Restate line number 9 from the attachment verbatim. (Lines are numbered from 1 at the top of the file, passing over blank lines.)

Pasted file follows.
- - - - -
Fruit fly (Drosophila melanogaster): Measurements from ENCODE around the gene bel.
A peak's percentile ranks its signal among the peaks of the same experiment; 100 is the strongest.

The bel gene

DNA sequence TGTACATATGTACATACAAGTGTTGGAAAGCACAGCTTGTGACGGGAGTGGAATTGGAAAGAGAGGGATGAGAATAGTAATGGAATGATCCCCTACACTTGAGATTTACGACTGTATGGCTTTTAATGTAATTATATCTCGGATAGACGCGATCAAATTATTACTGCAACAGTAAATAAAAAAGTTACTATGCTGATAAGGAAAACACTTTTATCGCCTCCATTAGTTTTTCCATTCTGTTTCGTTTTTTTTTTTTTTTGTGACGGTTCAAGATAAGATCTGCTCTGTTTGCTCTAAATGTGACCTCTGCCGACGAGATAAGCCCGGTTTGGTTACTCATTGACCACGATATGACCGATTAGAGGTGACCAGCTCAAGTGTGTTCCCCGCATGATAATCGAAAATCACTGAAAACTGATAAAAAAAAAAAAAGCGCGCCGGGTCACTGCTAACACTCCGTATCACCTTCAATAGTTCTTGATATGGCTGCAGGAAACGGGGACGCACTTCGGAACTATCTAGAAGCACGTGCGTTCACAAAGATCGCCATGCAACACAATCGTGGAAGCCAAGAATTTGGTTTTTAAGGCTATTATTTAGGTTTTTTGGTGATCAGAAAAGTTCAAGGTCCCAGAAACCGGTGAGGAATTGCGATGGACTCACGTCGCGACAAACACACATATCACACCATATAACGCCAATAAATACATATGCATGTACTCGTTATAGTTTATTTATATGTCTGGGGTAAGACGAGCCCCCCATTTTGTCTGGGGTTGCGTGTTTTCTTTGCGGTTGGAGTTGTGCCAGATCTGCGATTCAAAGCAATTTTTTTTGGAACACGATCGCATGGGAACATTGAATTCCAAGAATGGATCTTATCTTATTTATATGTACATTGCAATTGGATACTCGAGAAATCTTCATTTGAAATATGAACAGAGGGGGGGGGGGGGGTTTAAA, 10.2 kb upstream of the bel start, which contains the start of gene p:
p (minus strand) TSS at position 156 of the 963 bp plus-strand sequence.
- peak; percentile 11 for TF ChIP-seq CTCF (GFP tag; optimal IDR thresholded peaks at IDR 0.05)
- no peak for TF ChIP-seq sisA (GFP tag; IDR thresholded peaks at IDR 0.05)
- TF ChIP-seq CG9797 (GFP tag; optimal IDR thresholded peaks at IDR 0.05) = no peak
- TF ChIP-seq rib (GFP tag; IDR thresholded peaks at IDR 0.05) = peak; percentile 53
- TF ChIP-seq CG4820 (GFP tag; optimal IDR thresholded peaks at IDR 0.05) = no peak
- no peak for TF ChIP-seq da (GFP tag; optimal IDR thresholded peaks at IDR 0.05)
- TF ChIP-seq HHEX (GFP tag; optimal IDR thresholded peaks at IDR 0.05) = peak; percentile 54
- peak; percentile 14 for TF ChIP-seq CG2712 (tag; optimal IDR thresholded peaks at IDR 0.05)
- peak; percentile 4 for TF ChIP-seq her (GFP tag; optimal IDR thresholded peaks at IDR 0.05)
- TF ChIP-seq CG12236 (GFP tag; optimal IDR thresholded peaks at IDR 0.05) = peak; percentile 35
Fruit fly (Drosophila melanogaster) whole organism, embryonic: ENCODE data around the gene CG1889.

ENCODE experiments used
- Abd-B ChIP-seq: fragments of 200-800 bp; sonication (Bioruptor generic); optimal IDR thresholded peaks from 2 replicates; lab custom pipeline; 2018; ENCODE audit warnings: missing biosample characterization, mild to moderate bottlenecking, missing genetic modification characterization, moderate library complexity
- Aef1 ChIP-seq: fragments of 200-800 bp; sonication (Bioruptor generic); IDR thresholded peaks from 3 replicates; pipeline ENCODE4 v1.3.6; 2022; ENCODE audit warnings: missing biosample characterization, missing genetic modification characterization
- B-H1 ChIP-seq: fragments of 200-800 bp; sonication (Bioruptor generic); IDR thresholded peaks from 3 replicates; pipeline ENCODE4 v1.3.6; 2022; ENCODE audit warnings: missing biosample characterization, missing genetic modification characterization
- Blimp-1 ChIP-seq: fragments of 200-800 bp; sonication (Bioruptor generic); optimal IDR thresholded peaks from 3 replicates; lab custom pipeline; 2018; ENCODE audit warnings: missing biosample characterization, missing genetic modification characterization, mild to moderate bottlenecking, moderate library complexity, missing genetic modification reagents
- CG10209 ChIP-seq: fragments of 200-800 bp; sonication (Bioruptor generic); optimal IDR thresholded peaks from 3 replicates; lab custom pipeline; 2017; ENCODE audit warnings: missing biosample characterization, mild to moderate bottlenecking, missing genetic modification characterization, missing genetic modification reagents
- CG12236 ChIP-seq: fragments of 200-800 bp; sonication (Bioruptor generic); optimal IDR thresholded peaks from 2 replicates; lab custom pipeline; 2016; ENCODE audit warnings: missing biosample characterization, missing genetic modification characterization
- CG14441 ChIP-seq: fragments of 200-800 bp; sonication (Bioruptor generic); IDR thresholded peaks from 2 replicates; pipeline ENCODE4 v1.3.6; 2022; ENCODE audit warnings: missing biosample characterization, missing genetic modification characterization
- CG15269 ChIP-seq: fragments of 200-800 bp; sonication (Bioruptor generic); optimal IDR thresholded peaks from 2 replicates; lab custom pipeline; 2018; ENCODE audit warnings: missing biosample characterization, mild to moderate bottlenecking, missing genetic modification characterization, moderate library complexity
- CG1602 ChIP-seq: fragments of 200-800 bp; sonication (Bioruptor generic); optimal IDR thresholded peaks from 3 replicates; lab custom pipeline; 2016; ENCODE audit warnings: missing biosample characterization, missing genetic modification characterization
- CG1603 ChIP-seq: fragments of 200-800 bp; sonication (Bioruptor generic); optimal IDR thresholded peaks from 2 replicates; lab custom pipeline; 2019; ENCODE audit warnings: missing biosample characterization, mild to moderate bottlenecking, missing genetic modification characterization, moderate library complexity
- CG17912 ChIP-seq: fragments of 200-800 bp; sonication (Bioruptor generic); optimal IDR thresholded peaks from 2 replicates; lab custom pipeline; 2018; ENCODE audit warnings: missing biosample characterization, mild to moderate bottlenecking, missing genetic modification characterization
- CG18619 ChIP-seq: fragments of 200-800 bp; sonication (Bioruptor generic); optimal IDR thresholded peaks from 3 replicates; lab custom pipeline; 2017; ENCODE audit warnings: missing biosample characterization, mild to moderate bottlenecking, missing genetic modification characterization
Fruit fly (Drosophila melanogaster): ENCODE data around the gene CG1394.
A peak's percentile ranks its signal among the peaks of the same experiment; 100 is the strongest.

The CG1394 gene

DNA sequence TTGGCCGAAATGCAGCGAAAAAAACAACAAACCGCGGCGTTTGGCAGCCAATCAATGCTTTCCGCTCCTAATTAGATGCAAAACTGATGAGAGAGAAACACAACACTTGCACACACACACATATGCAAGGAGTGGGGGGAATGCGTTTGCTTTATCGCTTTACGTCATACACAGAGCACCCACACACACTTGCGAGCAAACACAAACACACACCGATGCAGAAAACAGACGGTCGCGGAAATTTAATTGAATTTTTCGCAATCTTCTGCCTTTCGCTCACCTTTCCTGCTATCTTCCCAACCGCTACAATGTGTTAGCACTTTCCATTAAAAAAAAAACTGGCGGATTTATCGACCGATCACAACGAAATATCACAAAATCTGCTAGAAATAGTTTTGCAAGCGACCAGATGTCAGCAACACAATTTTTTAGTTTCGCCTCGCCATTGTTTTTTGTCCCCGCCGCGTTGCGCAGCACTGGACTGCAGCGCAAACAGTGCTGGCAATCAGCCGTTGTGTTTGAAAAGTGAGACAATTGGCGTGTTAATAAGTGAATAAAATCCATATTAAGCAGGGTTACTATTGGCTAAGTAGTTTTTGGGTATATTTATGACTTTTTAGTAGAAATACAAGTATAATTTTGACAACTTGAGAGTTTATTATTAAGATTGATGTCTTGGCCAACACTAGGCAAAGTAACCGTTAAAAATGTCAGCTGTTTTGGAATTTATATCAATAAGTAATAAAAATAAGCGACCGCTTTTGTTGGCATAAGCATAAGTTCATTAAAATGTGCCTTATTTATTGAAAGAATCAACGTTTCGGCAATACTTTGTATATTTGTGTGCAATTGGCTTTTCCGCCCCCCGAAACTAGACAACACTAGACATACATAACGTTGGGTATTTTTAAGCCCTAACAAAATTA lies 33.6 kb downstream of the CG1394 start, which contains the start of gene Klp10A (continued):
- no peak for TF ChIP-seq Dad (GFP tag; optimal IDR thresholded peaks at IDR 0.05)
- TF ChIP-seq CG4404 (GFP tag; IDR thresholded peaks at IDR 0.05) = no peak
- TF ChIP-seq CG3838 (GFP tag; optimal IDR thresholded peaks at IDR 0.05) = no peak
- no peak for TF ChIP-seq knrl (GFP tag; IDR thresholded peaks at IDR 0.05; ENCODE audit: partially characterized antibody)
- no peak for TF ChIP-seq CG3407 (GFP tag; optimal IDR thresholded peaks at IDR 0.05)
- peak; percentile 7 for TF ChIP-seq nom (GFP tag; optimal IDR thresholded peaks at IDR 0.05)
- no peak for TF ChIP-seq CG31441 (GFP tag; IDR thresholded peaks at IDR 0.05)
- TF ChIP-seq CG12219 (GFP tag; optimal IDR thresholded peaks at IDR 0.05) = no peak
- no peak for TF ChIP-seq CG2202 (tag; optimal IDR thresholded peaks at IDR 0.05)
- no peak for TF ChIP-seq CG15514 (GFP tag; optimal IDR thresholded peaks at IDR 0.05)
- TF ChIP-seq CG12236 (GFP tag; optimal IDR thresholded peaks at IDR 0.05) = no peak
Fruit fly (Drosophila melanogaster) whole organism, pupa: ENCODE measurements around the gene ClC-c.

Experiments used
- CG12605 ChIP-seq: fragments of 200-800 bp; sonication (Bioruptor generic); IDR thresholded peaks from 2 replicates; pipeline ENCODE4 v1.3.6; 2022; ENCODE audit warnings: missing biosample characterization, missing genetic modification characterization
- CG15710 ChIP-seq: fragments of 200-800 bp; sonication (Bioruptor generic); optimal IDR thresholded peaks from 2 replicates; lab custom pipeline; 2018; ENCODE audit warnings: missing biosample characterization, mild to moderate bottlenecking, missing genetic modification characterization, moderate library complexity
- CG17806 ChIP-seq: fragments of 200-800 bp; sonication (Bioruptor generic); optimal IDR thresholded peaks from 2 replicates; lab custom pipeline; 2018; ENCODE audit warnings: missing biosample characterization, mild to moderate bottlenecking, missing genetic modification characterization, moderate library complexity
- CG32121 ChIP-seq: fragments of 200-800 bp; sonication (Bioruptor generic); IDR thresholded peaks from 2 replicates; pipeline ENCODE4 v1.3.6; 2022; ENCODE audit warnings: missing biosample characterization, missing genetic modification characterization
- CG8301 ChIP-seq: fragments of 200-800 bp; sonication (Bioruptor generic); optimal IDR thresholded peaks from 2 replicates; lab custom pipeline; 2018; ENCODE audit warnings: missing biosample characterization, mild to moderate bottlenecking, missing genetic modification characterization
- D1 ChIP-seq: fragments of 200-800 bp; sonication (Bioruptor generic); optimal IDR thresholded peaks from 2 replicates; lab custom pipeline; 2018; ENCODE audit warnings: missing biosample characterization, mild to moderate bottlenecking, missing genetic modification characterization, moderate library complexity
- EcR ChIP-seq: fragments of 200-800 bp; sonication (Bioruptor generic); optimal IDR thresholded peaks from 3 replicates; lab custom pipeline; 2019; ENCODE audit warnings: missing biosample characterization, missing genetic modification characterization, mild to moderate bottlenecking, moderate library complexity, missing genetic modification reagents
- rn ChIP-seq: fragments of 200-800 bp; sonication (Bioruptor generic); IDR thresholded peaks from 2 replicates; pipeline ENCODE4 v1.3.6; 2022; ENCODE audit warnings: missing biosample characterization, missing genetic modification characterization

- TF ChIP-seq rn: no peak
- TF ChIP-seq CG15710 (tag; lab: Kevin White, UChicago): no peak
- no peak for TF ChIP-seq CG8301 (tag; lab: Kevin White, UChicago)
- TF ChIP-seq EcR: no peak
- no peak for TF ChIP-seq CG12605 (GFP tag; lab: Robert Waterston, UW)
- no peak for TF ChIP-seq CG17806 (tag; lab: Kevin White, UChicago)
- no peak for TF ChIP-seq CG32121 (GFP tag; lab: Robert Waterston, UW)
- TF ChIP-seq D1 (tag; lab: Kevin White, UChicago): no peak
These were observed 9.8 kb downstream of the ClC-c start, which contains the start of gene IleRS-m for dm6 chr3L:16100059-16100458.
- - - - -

- TF ChIP-seq rib (GFP tag; IDR thresholded peaks at IDR 0.05) = peak; percentile 53